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In Madrid On The Tapas Trail
Time Out/Spain Gourmetour London-Madrid, 1995/2001, 1,000 words; adapted extract
A tavern can also occasionally be passed off as a cultural visit: Casa Labra, just off the Puerta del Sol, is not just a place to go and eat deep-fried salt-cod, but also the place where the socialist party was founded in 1898. A bar can also be a bodega, or cellar, where wine would once have been served up from barrels lined up against splashproof tiled walls, or it can be a cervecería - a beer bar where the tapas are usually laid out under glass on a long stainless-steel bar - or it may be a vinoteca, one of the city's new breed of wine bars that take their stock seriously.
In this streetwise foodie bracket one should also include the market bar, which is run by early-risers who work wonders with a two-foot square plancha.
Other bars take their name from their food specialities. These are of special interest for tapas-lovers. There is, for example, the freiduría, dedicated to frying, the marisquería, or shellfish-bar, and the pulpería, or octopus bar. The best shellfish and octopus bars are usually owned by Galicians who serve seafood caught in their home region and hang soccer pennants on the wall. In this streetwise foodie bracket one should also include the market bar, which is run by early-risers who work wonders with a two-foot square plancha (a griddle).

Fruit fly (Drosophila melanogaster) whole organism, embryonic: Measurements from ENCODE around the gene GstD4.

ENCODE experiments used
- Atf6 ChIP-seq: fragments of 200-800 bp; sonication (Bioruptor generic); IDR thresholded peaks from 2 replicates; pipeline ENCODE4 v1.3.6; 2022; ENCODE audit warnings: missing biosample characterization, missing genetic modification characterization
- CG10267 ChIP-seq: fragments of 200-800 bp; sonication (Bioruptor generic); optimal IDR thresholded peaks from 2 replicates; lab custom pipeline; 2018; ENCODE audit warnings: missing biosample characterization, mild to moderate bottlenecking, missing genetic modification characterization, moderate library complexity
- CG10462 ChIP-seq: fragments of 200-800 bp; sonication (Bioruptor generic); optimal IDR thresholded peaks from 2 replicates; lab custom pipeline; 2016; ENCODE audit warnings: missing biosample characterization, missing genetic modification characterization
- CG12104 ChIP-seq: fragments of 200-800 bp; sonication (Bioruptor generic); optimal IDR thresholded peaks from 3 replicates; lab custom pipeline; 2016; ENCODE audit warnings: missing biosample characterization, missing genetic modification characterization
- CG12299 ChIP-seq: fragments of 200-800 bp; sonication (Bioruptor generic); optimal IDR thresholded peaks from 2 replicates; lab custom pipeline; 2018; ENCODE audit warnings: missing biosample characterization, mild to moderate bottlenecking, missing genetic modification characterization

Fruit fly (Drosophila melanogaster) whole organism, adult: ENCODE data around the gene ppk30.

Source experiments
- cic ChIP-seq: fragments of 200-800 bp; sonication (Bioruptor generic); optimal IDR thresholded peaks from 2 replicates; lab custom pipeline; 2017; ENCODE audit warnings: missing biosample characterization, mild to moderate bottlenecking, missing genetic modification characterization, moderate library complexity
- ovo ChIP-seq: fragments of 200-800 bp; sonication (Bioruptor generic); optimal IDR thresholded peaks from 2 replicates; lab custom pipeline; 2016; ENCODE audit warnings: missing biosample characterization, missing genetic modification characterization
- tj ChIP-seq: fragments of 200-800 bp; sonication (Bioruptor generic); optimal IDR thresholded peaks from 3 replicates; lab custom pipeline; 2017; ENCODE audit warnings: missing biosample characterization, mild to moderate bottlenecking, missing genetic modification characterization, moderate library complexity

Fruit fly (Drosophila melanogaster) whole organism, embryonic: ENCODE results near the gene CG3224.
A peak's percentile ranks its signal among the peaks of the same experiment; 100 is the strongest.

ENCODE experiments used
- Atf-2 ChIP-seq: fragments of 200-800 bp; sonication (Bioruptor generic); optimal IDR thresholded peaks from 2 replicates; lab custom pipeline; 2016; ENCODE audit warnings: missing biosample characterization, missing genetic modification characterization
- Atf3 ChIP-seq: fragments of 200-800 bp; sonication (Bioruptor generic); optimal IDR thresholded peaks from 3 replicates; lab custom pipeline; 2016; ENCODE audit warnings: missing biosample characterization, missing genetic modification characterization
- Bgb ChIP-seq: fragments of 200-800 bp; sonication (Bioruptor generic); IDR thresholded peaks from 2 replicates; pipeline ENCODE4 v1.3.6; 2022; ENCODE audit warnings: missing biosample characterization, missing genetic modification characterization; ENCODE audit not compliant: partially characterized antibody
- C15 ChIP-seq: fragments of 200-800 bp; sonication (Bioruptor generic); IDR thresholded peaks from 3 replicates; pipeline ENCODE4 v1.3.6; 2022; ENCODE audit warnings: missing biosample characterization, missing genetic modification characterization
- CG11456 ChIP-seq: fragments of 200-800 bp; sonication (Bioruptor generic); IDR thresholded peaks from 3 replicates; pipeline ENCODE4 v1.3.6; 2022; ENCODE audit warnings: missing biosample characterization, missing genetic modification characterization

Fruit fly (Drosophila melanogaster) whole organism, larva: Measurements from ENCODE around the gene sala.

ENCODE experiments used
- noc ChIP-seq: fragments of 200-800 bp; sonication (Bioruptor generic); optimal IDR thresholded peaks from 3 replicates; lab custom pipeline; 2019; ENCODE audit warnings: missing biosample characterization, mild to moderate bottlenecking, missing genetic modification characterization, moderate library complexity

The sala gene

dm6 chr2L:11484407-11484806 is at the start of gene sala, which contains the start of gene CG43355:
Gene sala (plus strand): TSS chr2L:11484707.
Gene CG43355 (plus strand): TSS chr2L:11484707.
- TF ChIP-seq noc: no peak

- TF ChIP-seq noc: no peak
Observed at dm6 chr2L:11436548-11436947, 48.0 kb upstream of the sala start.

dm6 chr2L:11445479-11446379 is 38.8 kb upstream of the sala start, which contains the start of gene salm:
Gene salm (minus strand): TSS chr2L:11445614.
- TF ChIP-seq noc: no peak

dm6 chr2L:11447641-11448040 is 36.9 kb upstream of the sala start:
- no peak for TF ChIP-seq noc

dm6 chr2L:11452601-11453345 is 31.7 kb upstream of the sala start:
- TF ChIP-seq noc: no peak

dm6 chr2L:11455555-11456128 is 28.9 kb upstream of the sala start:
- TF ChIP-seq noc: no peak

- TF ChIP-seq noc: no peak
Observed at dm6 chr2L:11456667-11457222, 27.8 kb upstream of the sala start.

Last but not least, of course, there is the multi-purpose corner bar, a dignified institution and bastion of barrio life. Here neighbours talk, argue, play cards, grab a coffee, watch big soccer games and satisfy thirst or hunger.
Very often it's in these unassuming bars that you can track down the best old-fashioned Spanish tortillas or potato omelettes, now elsewhere often massacred in microwave ovens. Golden-brown on the top, maybe with a little crunchy onion, they should still be juicy, even sticky, with runny egg yolk on the inside.
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